I finally did stop tumbling, was sitting upright on the street a bit past the Toyota. At that point I removed my Nolan N-102 and started to move but a pair of kind woman pinned me back on the ground insisting that I do not move until the medics arrive.
As it turned out, I was fine; hamstring a bit soar and can feel muscles I never knew I had. Just goes to show that ALL THE GEAR ALL THE TIME is no hollow mantra. Between my Nolan N-102, my Langlitz jacket, my Sidi boots and a pair of cevelar jeans I walked away without a scratch (quite literally) to tell my story. Mind you the Nolan will go on the shelve as a trophy, but it did it's job to protect me (the drivers insurance will get me a Schuberth, they do not know it yet, LOL).
The bike did not fare as well, but did better than I thought. After I was released from the hospital I again meet up with my Nightrod at the wrecker service's impound lot.
The obvious damage stood right out, everything above the top triple tree was toast.
The exhaust side did not do to bad but I am sure H-D will estimate out a new exhaust system.
Right foot controls
The right front side was quite a bit damaged. The foot controls where askew and I am sure the mounts are bent.
right front fork area
Now the front end is a interesting item. When I first walked up to it, it did not look that bad. True, the wheel was sitting askew between the forks but it did not look to bad.
Left front fork area
My thoughts where, a new front end and wheel but as I was removing my tank bag I noted some cracked paint on the steering neck. That did it - the bike will be totaled I am sure; there is no better indicator for a bent frame than cracked and crinkled paint. At that point there was nothing much to do but to gather my tank and tail bag and say "cheers" to the Nightrod as it was waiting for the move to the H-D stealership to face its doom.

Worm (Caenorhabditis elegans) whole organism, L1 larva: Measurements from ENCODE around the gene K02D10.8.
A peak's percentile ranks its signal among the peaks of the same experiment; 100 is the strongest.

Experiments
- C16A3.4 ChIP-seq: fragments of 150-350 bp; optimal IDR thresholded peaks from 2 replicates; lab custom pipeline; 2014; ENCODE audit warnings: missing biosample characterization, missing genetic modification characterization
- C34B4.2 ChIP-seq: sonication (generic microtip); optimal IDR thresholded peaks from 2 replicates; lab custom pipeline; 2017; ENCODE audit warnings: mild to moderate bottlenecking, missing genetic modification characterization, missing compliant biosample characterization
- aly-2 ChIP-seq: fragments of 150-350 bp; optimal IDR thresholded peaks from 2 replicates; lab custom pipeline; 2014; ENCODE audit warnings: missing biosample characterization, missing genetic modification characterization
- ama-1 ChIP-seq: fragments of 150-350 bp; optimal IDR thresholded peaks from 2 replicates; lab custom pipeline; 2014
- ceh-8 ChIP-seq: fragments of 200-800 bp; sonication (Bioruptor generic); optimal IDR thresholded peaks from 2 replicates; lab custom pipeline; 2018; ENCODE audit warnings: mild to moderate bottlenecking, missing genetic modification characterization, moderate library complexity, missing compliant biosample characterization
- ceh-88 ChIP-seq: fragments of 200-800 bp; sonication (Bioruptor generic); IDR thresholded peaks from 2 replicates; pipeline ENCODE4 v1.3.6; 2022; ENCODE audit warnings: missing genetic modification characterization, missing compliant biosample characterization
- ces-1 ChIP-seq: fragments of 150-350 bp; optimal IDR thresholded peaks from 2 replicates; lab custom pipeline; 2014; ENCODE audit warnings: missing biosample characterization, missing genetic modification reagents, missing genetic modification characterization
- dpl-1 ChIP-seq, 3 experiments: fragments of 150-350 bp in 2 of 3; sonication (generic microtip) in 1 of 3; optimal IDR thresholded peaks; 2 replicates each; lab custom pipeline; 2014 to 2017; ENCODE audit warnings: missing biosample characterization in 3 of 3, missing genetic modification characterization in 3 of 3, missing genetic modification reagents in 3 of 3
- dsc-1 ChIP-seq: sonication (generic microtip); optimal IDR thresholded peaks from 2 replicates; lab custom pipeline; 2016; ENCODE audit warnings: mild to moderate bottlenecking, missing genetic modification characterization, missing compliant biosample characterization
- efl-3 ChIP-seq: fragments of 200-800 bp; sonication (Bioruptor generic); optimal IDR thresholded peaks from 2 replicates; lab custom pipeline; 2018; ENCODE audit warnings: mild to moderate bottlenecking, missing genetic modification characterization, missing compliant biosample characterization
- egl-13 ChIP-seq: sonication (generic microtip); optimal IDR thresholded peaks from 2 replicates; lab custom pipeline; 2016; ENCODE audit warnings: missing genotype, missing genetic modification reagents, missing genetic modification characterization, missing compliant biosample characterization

But not all is doom and gloom! I am looking at a new bike and stand to make some fun money from the insurance. Another fun/interesting side note is that the Toyota might also be totaled! The car that pulled out infront of me was in the same impound lot as the Nightrod and I got a good look at it. I must say, job well done Nightrod! The left fender had a huge "V" in it, the bumper was mostly torn off, the grill was in pices and the hood had two huge body dents; curtsey my body. All in all the Nightrod might have been ambushed but it seems to have taken it's attacker out.
Sorry about the pic, a cell is all I had on me at the time.
Sorry about your accident.
A word of advice - you might not want to go around broadcasting your strategy for dealing with the insurance company. While it is true they have a responsibility to make you whole, they do not owe you a profit. If they find out that is what you are trying to do they are going to be a lot more difficult to work with.
True, if I where after profit. At this point anything is profit, waking up, walking etc.
That sucks..... Good thing your OK
I sold my bike recently amd now I just can't decide what I want and one of these keeps poking in the Craigslist ads and staring back at me lol
Good luck getting everything sorted out...
Sorry to hear about the wreck but glad to hear you came out of it in one piece. Hopefully you don't run into any troubles with the other driver's insurance - and don't sign any settlement agreement until you are SURE that there are no other health issues. Sometimes there can be some hidden issues that can take a while to manifest themselves.
The bike actually doesn't look too bad for having T-boned a Toyota, but with frame damage, it's probably a goner.
Glad you're ok. Do you think you'll buy another Vrod ?
Glad you walked away, the rest is easy.
To be honest, I would buy another in a heartbeat. They are grat bikes, solid and fun to screw with H-D pirat types, but alas I have one strange habbit, I never buy the same model twice. There is only a limited amount of time and so many models to enjoy; kind of like woman but cheaper.